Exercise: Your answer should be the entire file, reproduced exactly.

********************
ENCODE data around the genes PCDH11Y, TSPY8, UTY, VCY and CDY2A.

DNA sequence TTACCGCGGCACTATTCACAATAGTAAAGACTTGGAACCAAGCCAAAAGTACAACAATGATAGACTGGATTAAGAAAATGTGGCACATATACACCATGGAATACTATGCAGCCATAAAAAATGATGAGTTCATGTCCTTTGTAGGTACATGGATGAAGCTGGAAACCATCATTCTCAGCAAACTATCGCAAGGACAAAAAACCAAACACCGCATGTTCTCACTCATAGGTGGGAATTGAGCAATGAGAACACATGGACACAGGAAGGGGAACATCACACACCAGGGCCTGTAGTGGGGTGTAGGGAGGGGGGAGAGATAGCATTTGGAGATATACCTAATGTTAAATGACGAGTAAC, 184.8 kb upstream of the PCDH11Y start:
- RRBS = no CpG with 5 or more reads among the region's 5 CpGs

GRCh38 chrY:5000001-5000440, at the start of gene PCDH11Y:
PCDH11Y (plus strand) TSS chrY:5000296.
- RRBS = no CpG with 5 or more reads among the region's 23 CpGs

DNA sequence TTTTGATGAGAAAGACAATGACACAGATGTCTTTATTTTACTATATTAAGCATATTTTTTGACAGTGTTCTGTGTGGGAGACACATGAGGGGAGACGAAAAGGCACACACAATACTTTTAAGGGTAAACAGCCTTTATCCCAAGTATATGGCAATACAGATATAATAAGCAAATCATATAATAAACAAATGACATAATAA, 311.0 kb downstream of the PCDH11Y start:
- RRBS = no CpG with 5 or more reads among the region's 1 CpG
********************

ENCODE data around the genes PCDH11Y, TSPY8, UTY, VCY and CDY2A.

DNA sequence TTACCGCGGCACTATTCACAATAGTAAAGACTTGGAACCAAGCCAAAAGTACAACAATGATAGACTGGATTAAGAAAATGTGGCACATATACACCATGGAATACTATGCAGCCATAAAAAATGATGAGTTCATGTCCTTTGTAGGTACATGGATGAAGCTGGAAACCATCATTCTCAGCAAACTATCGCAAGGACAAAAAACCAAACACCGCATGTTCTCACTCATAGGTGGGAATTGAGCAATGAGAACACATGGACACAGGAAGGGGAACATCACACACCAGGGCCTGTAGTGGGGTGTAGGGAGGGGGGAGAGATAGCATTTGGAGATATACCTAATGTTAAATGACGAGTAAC, 184.8 kb upstream of the PCDH11Y start:
- RRBS = no CpG with 5 or more reads among the region's 5 CpGs

GRCh38 chrY:5000001-5000440, at the start of gene PCDH11Y:
PCDH11Y (plus strand) TSS chrY:5000296.
- RRBS = no CpG with 5 or more reads among the region's 23 CpGs

DNA sequence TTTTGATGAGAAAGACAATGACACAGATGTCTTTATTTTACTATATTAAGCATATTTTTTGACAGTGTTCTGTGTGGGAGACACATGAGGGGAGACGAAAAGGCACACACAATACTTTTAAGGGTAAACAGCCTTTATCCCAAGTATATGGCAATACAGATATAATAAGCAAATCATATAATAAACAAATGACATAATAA, 311.0 kb downstream of the PCDH11Y start:
- RRBS = no CpG with 5 or more reads among the region's 1 CpG